As a physician caring for patients with cancer, my goal is to do my best to provide the care you need and deserve to the best of my ability. Caring, of course, goes beyond just prescribing medications, arranging radiation, or scheduling surgery. I believe that healthcare professionals, including physicians, need to spend more energy and effort to enhance their relationships with their patients, and should use the resources available to promote these relationships.
Humor is a very useful tool we all use in daily life to cope with challenges we face, so why don’t we use it more often with cancer? The reason, likely, is the fear of upsetting others, including friends or family members, in a situation that tradition suggests requires seriousness. As healthcare professionals, we are often hesitant to use humor with patients, because of our own insecurities, or lack of experience, training, or guidance on how to use it appropriately.
The Health Benefits of Humor
However, psychological research in the past 5 decades has shown the health benefits of humor and laughter.1-3 These benefits can be physical or psychological and include elevating mood, making people smile or laugh, decreasing stress and anxiety, improving communication, and enhancing relationships. Although it remains unclear whether humor can help fight cancer and increase survival, there is no doubt that it can make people feel better and help to improve their quality of life.
The consensus in the medical community is that humor is a good thing for patients and staff,4 and it is time to promote and prescribe humor as part of the management plan for patients with cancer. Just like any other treatment, humor is not for everyone, and it must be used wisely, in the appropriate settings, and with patients who are open to it.
Humor programs are being developed for use in patient care and in hospitals across North America, and training is now available for staff members, so we have no excuse not to participate.
No Laughing Matter
I acknowledge that some teachers, educators, and administrators will say that medical schools are already filled with more important and serious learning objectives, but humor is no laughing matter. Humor should be considered part of the communication skills training for all healthcare professionals.
My message to the nonbelievers within our profession is that humor is an important relationship-building tool that should not be taken lightly or trivialized. I am sure that most patients will agree with this sentiment.
Dr. Hunter Doherty “Patch” Adams has shown us the incredible healing power of jokes, physical comedy, smiles, and laughter through his work, traveling humor programs, books, and website. He has been an inspiration to many of us in North America and around the world with his enthusiasm, energy, and commitment to a medical career devoted to making people healthier and happier through humor. If you don’t believe me, go see the movie “Patch Adams” and let me know if you are convinced.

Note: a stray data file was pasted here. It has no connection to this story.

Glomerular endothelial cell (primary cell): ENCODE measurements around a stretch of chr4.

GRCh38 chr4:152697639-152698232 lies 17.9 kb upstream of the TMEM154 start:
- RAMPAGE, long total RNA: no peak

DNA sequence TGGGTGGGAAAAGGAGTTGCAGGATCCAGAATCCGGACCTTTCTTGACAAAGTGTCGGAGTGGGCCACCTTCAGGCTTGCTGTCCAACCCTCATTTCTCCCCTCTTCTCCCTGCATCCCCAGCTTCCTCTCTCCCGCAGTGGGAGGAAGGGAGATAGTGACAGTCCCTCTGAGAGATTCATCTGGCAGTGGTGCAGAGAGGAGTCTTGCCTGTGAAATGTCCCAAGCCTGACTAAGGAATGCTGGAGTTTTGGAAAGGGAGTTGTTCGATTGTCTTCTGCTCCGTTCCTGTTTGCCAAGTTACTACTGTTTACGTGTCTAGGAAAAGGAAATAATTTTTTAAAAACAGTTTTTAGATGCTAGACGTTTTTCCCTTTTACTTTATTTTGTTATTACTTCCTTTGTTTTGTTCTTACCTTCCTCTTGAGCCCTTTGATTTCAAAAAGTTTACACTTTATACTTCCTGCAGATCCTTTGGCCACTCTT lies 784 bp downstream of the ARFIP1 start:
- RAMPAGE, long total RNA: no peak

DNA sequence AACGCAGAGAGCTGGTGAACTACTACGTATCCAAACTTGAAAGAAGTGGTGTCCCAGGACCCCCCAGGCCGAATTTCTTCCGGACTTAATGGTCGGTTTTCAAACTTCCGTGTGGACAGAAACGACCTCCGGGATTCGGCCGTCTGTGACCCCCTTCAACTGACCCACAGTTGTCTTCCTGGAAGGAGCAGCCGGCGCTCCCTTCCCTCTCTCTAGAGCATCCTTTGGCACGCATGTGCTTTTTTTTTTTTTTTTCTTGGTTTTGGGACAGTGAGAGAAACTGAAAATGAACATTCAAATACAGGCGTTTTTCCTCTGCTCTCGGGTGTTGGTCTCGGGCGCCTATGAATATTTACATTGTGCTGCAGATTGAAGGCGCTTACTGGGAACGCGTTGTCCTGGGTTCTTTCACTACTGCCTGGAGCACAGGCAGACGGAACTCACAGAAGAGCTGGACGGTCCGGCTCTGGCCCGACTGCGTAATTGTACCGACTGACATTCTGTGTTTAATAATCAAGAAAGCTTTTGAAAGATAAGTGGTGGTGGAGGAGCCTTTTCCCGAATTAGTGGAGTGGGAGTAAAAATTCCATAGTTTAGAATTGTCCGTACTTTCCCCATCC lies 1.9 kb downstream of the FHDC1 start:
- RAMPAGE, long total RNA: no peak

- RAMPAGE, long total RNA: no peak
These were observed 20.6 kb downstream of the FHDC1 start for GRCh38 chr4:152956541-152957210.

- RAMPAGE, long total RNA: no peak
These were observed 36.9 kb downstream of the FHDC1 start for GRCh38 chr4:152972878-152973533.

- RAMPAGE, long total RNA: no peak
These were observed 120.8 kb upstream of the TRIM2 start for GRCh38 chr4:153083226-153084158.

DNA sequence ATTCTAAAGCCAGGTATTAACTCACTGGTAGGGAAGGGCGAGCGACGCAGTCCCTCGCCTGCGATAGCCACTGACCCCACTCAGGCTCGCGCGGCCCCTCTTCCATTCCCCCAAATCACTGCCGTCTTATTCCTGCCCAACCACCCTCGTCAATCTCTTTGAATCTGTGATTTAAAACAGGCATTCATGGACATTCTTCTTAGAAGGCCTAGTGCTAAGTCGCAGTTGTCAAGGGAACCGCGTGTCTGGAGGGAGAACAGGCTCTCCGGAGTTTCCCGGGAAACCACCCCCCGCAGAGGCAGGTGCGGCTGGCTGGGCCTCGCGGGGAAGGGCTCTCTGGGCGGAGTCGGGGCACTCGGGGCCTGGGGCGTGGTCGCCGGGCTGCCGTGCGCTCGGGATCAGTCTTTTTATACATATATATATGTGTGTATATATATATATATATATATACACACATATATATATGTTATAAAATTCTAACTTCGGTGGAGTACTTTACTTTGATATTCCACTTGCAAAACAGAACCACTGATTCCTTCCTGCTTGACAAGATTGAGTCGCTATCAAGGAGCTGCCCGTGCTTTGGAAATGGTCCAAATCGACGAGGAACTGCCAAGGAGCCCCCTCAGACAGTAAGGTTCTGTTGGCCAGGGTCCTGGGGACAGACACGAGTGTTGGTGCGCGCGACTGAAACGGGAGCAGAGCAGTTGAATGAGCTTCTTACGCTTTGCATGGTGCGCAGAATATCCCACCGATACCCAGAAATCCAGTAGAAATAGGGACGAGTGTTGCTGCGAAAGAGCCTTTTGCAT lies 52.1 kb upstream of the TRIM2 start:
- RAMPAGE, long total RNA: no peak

Patients with cancer are not waiting for and don’t need their healthcare team to show them the way. They are taking the lead when it comes to using humor to heal. Just take the example of Tig Notaro, who is now the face of cancer comedy in North America. She was not, and is not, afraid to use humor to deal with her cancer, and she has integrated it into her career as a comedian. She is helping others with cancer, and even those without it, realize that humor is very powerful, and we should not be afraid to express it.
What My Patients Have Taught Me
With more than 25 years of clinical experience, I have learned how humor can be used in the healing process in relation to cancer. My patients have been my teachers and guides, leading the way with jokes, humor, and smiles. They are the ones who laughed first, and asked me to join them. My job was easy: I just had to reciprocate the joy and laughter my patients were projecting. They have shown me how to embrace humor in relation to cancer, and I feel the need to pass this wonderful and valuable message on to others.
Fortunately, no one has to wait that long to learn about the benefits of humor for patients, and for those around them, with the resources available today. Patients, and those close to them, should feel comfortable and secure in laughing and smiling when they feel like it, despite their cancer diagnosis. I would even say: laugh at cancer if you want, and ask those around you to do the same.
Joking with Your Cancer Team
Read a funny book, listen to and tell jokes, watch humorous movies and videos, go to a comedy show, or whatever else makes you laugh, smile, and feel happy. Visit one of the many humor and health information websites available online, or whatever else tickles your funny bone.
Patients often give hints to their healthcare providers that they want to be reassured that humor is okay. If your doctor has not told you that, I am telling you now: it is healthy and much recommended to laugh, smile, joke, and be funny on a daily basis after a diagnosis of cancer, if you feel like it.
In fact, when you see your healthcare team, tell them jokes and laugh all you want around them. Your job is to convince yourself and them–as I am trying to do through this article–that humor is here to stay and can help us thrive after cancer.
You don’t need to be serious all the time, even if those around you are, so go ahead, smile and laugh: it will make you and everyone around you healthier and happier!
- Adams ER, McGuire FA. Is laughter the best medicine? Activities, Adaptation and Aging. 1986;8:157-175.
- Berk RA. The active ingredients in humor: psychophysiological benefits and risks for older adults. Educational Gerontology. 2001;27:323-339.
- Provine RR. Laughter: A Scientific Investigation. New York, NY: Viking Penguin; 2000.
- Bennett HJ. Humor in medicine. Southern Medical Journal. 2003;96:1257-1261.